It is has been a rough season in New York for Jets fans.
Now as they go into there final game of the 2011-12 season against the Miami Dolphins, they are on the brink of being eliminated from the playoffs unless a massive set of wins and losses takes place (explained here).
While the team has performed poorly as a whole many times during the season, there a few players who have been on the roster and have either made a negative impact or no impact at all.
So, lets take a look at the least valuable New York Jets of this season.
As always, feedback is welcome. Enjoy!
Colin Baxter had a short and ugly stint with the New York Jets earlier this season. After All-Pro center Nick Mangold got hurt in the Jets Week 2 game against the Jacksonville Jaguars, the Jets acquired Baxter to try and temporarily fill the gaping hole.
Unfortunately for him and the Jets, their first game with Baxter as their center was against the Oakland Raiders. The loss to the Raiders began what later turned out to be a big three-game skid that included losses to the Baltimore Ravens and New England Patriots.
Considering Baxter only had a short amount of time to adjust to the New York system, it's not too surprising that he did not perform well, but he barely had any value during his time as a New York Jet.
Mark Brunell is one of those guys who does not do much for the Jets besides mentoring the other young quarterbacks Mark Sanchez and Greg McElroy.
The 41-year-old with a rusty arm has also been a pawn in Rex Ryan's scheme to motivate his team. Just a few months ago, Ryan had Brunell take snaps with the starting squad to motivate Mark Sanchez.
Mark Brunell is one of those guys who should be replaced by a young, yet somewhat capable quarterback like Kellen Clemens. With the shots Mark Sanchez took over the course of the season, the Jets were fortunate to not have him get hurt.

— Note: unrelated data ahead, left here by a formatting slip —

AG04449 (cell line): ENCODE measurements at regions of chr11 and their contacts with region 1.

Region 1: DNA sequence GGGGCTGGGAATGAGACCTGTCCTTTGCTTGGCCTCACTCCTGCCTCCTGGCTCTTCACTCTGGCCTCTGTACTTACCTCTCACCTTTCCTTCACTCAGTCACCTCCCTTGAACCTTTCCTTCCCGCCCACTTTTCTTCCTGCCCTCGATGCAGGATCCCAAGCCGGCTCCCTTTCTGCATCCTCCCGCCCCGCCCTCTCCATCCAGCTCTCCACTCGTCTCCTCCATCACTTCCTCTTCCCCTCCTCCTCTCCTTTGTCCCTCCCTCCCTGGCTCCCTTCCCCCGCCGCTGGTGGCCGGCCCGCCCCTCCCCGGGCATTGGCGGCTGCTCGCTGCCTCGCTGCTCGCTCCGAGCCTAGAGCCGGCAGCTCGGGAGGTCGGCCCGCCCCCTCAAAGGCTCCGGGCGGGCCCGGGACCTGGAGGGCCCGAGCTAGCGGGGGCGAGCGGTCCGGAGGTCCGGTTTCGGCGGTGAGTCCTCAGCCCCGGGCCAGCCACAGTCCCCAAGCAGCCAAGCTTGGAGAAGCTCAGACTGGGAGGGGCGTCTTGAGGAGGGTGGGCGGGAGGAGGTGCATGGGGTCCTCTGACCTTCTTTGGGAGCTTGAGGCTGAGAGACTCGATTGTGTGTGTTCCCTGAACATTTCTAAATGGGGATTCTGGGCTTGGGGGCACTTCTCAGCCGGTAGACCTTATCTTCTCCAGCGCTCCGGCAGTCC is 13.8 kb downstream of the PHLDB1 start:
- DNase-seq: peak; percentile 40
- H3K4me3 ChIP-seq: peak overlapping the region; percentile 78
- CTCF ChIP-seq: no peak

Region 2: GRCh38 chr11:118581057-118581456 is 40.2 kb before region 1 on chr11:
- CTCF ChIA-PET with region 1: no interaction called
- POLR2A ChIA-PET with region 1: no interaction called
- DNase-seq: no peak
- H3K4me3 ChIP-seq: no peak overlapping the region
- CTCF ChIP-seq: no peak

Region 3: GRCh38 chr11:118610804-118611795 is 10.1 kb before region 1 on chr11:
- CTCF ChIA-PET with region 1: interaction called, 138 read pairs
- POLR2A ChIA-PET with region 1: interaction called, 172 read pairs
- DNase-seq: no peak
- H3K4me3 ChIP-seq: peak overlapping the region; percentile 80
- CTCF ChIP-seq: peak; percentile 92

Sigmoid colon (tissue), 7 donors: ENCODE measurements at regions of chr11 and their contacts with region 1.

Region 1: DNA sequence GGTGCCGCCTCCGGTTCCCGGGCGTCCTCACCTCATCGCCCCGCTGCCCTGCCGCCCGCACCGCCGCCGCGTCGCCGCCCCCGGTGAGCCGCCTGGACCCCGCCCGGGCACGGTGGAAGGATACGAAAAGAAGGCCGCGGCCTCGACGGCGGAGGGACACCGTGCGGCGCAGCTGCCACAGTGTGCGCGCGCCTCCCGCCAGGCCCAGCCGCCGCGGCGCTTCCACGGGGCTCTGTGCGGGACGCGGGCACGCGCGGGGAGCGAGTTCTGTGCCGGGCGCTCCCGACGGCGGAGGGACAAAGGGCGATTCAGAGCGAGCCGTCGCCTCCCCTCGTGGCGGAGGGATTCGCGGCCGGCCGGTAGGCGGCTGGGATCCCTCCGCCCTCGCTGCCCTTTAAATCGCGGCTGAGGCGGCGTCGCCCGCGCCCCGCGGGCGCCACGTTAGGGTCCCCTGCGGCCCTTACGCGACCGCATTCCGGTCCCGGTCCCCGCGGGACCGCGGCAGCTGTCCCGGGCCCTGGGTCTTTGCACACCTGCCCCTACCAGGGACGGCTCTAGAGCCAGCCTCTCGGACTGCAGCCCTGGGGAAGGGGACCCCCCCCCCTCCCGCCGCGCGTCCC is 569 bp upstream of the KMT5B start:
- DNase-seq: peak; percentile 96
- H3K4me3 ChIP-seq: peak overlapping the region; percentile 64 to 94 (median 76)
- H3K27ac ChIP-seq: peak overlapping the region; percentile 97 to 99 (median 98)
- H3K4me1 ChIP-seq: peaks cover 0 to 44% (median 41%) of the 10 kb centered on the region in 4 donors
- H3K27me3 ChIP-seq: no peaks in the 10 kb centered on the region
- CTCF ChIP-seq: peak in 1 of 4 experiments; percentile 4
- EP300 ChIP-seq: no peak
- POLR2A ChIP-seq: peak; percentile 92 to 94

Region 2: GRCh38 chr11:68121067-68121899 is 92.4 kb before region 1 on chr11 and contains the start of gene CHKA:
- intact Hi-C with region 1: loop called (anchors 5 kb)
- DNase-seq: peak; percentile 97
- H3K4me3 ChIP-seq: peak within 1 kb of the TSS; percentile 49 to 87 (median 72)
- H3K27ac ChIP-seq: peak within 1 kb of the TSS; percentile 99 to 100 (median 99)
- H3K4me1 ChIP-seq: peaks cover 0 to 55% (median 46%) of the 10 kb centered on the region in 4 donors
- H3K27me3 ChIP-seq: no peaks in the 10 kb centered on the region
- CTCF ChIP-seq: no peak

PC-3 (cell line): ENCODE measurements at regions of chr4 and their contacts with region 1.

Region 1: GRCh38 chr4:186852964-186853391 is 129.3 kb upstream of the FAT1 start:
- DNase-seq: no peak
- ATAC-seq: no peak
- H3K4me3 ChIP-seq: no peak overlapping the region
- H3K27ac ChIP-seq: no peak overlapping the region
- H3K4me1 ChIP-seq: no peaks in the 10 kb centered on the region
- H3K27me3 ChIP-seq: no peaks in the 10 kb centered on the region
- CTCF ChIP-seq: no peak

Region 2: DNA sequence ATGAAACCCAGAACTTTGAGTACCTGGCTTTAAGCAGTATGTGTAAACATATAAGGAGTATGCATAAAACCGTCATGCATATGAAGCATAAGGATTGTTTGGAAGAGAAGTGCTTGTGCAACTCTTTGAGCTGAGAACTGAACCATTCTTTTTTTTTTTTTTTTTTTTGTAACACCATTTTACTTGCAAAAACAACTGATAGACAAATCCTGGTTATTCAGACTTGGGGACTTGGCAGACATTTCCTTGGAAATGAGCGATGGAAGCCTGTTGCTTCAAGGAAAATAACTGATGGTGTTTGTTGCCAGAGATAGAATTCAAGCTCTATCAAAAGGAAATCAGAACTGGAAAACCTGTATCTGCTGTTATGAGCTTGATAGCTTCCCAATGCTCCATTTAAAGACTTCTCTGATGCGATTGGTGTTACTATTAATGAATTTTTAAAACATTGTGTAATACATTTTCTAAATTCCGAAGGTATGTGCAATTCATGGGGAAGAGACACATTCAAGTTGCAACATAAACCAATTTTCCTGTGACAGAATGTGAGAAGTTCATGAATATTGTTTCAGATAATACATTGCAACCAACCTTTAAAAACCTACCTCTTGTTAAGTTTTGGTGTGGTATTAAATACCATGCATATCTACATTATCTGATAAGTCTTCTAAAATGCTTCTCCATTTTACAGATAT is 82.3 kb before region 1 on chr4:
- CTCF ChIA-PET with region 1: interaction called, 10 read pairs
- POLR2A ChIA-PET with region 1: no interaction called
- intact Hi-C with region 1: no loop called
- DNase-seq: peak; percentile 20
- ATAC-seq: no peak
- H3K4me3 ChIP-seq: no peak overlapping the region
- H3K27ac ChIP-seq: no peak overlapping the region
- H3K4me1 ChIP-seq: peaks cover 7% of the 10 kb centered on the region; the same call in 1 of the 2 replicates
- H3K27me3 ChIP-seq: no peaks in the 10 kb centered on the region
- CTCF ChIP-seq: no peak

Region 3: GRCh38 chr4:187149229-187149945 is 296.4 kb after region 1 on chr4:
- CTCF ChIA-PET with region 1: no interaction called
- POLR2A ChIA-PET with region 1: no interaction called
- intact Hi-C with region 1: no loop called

Now, imagine a Jets offense led by Brunell. There may not be as many foolish throws attempted like Sanchez, but it' highly unlikely that Brunell would be able to carry that offense for several games.
He's just taking up a roster space, and if the Jets really want him mentoring Sanchez and McElroy, then they should just bring him on as a consultant, like how they did with offensive guru Tom Moore.
The final two players on this list I have a big bone to pick with.
For those of you who have followed my writing then it should be no surprise that Eric Smith and the No.1 player are on this list.
Anyways, Eric Smith is one of the starting safeties for the Jets and has had plenty of trouble in his six years as a player in the NFL.
One of the major flaws with Smith is that he's undersized and has nothing to make up for it. In the Jets defensive scheme, it's often times Smith's responsibility to cover tight ends. This year, he had plenty of trouble doing that, especially when it came to the big ones.
Just a few weeks ago, he and the rest of the Jets defense were torched by Eagles tight end Brent Celek who had five receptions for 156 yards and one touchdown. Earlier this season, Rob Gronkowski had an even more impressive while beating up on Smith as he had eight receptions for 113 yards and two touchdowns.
As a small safety with no speed and the occasional ability to hit hard, it's surprising that Eric Smith starts for the New York Jets. He does not bring much to the table and is definitely a player without much value.
Anybody regretting that Dwight Lowery trade? I am.
In most cases when something bad happens to Mark Sanchez in the backfield, it can be blamed on right tackle Wayne Hunter who has had a rough time adjusting to his inherited starting role.
Hunter was expected to do well this season; he filled in for the injured Damien Woody when the season entered its home stretch last year and did a bang-up job. Because of his performance, there was not too much worry, but after a few games, it was obvious that Hunter was going to have issues all season long.
Like Eric Smith, Hunter does not bring much when he steps on the field, but the Jets just do not have anyone better, especially with the loss of their utility man Robert Turner in the preseason.
Hunter's biggest problem is just keeping a block. If a defensive end or outside linebacker has an average to above-average skill set as a rusher, they can beat Hunter easily. He does not move his feet so he tries to hold and a lot of the times he's caught. When he's not holding, he is just getting manhandled off the line.
Right now, Wayne Hunter is the least valuable player of this horrible season for the Jets. And if you don't believe me when I talk about Hunter's play, just check out this crucial sack he caused against the Broncos (watch here).